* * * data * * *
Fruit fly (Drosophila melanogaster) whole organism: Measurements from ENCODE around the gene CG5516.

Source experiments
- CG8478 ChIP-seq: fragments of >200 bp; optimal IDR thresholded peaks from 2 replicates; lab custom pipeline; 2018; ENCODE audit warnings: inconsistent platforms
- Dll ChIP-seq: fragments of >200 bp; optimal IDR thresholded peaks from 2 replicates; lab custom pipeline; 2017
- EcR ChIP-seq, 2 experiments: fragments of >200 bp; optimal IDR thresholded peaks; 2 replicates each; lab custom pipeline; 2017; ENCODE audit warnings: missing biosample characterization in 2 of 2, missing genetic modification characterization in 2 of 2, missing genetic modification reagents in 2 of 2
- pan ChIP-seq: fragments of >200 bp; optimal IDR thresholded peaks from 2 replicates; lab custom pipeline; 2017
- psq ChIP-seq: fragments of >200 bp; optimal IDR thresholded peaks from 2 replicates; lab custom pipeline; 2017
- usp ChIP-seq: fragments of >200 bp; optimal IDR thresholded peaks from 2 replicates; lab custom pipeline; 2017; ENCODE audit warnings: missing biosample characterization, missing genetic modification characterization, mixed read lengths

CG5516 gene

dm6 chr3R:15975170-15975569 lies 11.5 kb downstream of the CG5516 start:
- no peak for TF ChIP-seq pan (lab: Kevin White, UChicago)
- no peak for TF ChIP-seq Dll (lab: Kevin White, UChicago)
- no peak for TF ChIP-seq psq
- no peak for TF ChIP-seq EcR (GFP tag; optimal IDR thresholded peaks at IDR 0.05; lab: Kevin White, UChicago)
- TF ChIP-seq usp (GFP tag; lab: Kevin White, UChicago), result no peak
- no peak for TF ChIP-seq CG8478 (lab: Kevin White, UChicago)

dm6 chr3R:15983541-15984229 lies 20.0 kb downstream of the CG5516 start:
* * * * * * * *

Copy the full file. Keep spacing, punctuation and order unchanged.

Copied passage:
Fruit fly (Drosophila melanogaster) whole organism: Measurements from ENCODE around the gene CG5516.

Source experiments
- CG8478 ChIP-seq: fragments of >200 bp; optimal IDR thresholded peaks from 2 replicates; lab custom pipeline; 2018; ENCODE audit warnings: inconsistent platforms
- Dll ChIP-seq: fragments of >200 bp; optimal IDR thresholded peaks from 2 replicates; lab custom pipeline; 2017
- EcR ChIP-seq, 2 experiments: fragments of >200 bp; optimal IDR thresholded peaks; 2 replicates each; lab custom pipeline; 2017; ENCODE audit warnings: missing biosample characterization in 2 of 2, missing genetic modification characterization in 2 of 2, missing genetic modification reagents in 2 of 2
- pan ChIP-seq: fragments of >200 bp; optimal IDR thresholded peaks from 2 replicates; lab custom pipeline; 2017
- psq ChIP-seq: fragments of >200 bp; optimal IDR thresholded peaks from 2 replicates; lab custom pipeline; 2017
- usp ChIP-seq: fragments of >200 bp; optimal IDR thresholded peaks from 2 replicates; lab custom pipeline; 2017; ENCODE audit warnings: missing biosample characterization, missing genetic modification characterization, mixed read lengths

CG5516 gene

dm6 chr3R:15975170-15975569 lies 11.5 kb downstream of the CG5516 start:
- no peak for TF ChIP-seq pan (lab: Kevin White, UChicago)
- no peak for TF ChIP-seq Dll (lab: Kevin White, UChicago)
- no peak for TF ChIP-seq psq
- no peak for TF ChIP-seq EcR (GFP tag; optimal IDR thresholded peaks at IDR 0.05; lab: Kevin White, UChicago)
- TF ChIP-seq usp (GFP tag; lab: Kevin White, UChicago), result no peak
- no peak for TF ChIP-seq CG8478 (lab: Kevin White, UChicago)

dm6 chr3R:15983541-15984229 lies 20.0 kb downstream of the CG5516 start: